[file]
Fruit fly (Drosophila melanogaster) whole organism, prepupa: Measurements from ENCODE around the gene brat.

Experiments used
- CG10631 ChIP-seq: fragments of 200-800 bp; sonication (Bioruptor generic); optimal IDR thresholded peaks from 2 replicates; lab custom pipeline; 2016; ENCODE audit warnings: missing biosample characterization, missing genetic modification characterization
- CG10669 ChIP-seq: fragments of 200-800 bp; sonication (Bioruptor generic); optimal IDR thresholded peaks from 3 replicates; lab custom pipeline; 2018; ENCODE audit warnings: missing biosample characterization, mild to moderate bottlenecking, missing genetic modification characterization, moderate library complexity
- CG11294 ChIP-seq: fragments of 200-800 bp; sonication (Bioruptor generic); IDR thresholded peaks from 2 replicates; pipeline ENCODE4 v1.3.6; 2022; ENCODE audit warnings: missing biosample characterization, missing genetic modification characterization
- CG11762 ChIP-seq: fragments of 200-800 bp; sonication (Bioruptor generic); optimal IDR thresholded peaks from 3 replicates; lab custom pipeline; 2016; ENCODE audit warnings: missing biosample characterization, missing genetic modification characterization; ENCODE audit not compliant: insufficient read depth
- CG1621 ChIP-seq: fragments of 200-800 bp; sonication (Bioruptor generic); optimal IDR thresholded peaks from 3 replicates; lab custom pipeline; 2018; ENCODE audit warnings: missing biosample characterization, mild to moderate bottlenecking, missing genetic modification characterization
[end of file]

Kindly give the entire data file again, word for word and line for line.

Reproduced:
Fruit fly (Drosophila melanogaster) whole organism, prepupa: Measurements from ENCODE around the gene brat.

Experiments used
- CG10631 ChIP-seq: fragments of 200-800 bp; sonication (Bioruptor generic); optimal IDR thresholded peaks from 2 replicates; lab custom pipeline; 2016; ENCODE audit warnings: missing biosample characterization, missing genetic modification characterization
- CG10669 ChIP-seq: fragments of 200-800 bp; sonication (Bioruptor generic); optimal IDR thresholded peaks from 3 replicates; lab custom pipeline; 2018; ENCODE audit warnings: missing biosample characterization, mild to moderate bottlenecking, missing genetic modification characterization, moderate library complexity
- CG11294 ChIP-seq: fragments of 200-800 bp; sonication (Bioruptor generic); IDR thresholded peaks from 2 replicates; pipeline ENCODE4 v1.3.6; 2022; ENCODE audit warnings: missing biosample characterization, missing genetic modification characterization
- CG11762 ChIP-seq: fragments of 200-800 bp; sonication (Bioruptor generic); optimal IDR thresholded peaks from 3 replicates; lab custom pipeline; 2016; ENCODE audit warnings: missing biosample characterization, missing genetic modification characterization; ENCODE audit not compliant: insufficient read depth
- CG1621 ChIP-seq: fragments of 200-800 bp; sonication (Bioruptor generic); optimal IDR thresholded peaks from 3 replicates; lab custom pipeline; 2018; ENCODE audit warnings: missing biosample characterization, mild to moderate bottlenecking, missing genetic modification characterization